Let’s Start This Journey Together

Dear CST Community,

As I begin my time at Claremont School of Theology, I am reminded of our rich and vibrant history.  When I was a CST student in the late 1960s and early 1970s, CST was consistently ranked in the top 5 U.S. seminaries.  We have a deep history of world-class faculty, top admissions of excellent students, and dynamic professional degrees and programs.

Thankfully, ranking of seminaries no longer exists, as many top graduate programs are opting out of ranking processes, like that of U.S. News and World Reports.  Too often, they speak of a vanity of secular values, and we are better off without such comparisons.

Nevertheless, I am committed to making our Claremont School of Theology the best we can be for our students, faculty, staff, churches, and institutions. Our external stakeholders include all the interfaith denominations and organizations from which our students come, as well as the institutions of higher education at which our graduates teach and serve.

One of my goals is to make these external stakeholders very proud of our Claremont School of Theology graduates.  I hope our school will be known as a place where we produce the finest church and non-profit leaders, chaplains, and teachers worldwide.

Producing the top people in their fields means providing the best theological education we can.  However, this is more than just intellectual rigor and teaching.  We must be committed to “making our world a better place.”  This goal reflects the values and missional purposes of “creating transformational leaders” who will make a difference in our world.  Ultimately, it means our school embodies a place where all experience belonging and love, where the prophetic witness to the world is never compromised, and where the development of each of our students is the primary goal.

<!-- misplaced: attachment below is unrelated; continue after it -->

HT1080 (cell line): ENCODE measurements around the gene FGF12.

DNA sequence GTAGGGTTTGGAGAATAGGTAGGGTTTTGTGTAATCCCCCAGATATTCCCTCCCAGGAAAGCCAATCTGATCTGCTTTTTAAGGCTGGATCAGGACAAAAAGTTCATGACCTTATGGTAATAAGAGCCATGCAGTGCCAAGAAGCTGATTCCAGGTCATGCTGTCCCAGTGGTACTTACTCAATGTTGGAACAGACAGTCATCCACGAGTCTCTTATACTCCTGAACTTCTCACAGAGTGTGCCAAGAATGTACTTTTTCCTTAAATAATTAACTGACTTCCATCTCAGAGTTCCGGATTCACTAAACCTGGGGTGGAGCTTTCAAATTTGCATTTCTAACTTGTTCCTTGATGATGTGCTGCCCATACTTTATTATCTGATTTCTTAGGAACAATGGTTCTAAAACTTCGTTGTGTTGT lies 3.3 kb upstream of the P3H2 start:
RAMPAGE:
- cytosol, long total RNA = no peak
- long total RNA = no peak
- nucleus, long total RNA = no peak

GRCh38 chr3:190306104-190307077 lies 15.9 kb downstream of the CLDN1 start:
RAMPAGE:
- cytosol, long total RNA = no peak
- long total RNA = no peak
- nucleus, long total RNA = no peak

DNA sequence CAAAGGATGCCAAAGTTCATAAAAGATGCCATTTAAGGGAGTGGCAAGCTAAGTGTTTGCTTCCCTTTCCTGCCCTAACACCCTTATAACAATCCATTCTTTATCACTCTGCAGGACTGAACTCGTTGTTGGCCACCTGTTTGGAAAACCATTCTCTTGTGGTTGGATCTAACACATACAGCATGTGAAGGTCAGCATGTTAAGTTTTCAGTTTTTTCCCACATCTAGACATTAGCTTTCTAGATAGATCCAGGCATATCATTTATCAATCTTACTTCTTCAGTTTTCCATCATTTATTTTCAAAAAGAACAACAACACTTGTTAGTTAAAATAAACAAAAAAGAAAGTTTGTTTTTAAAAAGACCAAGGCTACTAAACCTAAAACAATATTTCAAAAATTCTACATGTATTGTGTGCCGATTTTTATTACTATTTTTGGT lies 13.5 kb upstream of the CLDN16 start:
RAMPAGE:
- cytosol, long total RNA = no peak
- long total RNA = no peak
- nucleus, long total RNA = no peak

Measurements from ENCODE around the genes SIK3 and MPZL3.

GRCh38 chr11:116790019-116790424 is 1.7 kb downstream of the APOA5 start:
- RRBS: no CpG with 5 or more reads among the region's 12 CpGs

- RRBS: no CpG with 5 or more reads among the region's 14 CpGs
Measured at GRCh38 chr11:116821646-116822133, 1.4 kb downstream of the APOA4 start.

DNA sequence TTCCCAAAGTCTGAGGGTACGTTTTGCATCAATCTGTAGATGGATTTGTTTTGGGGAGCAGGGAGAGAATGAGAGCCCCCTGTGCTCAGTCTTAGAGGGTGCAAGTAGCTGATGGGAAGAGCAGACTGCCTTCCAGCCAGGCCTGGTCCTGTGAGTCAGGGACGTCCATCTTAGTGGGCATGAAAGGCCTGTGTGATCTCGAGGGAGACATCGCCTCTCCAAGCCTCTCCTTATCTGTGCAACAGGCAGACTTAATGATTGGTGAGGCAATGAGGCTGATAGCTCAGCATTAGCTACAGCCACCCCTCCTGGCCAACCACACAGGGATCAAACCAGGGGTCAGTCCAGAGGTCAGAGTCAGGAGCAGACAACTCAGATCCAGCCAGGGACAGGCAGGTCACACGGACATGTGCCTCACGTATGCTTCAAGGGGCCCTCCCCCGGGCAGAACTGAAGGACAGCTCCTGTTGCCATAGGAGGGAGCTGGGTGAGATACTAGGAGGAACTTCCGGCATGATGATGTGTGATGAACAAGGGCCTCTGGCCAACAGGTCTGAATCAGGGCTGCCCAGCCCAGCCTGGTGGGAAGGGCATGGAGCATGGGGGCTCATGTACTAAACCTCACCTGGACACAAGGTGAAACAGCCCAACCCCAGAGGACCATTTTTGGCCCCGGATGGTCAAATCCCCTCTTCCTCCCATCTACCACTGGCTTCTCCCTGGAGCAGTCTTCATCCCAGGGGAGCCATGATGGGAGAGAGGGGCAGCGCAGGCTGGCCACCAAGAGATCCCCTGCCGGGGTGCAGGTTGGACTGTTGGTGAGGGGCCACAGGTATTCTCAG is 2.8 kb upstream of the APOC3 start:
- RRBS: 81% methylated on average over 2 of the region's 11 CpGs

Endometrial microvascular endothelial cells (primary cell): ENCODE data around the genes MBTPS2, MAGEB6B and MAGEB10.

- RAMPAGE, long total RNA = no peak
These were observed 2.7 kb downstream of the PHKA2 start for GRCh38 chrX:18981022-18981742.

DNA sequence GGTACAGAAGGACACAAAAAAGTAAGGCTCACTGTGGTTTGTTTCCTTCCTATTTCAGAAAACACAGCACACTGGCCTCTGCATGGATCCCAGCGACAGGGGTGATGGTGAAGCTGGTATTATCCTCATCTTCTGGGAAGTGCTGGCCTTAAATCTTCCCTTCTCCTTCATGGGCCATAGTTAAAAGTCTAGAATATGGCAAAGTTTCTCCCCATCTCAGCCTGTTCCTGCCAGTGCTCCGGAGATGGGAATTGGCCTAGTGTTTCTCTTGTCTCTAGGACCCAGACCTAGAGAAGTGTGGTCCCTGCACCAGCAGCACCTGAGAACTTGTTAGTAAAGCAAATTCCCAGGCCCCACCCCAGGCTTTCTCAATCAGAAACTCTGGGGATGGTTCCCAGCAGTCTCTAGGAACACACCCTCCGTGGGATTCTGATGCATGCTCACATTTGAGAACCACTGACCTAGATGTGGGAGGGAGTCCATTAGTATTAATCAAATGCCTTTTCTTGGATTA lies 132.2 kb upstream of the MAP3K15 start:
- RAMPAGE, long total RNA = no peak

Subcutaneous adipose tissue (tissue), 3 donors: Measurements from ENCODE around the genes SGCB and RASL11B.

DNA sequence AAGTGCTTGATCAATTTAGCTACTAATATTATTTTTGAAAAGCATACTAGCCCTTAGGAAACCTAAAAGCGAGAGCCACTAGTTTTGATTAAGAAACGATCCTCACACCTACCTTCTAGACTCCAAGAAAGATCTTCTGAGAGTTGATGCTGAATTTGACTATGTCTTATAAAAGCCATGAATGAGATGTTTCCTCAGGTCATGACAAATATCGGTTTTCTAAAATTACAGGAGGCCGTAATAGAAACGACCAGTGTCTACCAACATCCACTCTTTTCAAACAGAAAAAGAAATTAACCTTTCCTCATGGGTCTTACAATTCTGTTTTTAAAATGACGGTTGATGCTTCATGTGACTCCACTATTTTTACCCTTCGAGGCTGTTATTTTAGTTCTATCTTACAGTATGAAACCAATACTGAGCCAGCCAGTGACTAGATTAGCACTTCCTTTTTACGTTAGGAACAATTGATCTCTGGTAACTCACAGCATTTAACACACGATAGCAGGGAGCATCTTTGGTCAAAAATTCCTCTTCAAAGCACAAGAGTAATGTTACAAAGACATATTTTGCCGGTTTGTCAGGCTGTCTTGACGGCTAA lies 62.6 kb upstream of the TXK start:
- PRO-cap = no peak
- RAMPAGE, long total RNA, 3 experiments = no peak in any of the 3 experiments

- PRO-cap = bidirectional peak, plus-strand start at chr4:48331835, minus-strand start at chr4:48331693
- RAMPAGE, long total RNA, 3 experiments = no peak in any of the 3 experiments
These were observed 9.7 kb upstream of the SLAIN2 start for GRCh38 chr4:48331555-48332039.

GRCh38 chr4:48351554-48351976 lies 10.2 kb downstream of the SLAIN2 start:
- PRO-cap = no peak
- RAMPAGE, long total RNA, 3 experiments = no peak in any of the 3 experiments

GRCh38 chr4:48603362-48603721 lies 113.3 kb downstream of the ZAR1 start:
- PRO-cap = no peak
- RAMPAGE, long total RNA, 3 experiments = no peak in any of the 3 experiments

Great leaders are constantly remaking themselves, and the same is true for great organizations.  We are beginning to reimagine CST around our signature values of “Compassion, Justice, and Belonging” through remote learning excellence and transformative in-person hybrid experiences, allowing for increased flexibility and accessibility as a global community of learners.  Look for more information about our new directions in the future.

We have work to do, especially in stabilizing our school so we can sustain our work long into the future.  This will be my primary objective, but the school’s culture, as expressed in our lofty mission articulated above, is the work of all of us.

May it be so, and may God be the ground of our work together.

Be the Hope,

Grant Hagiya
President ad interim
Claremont School of Theology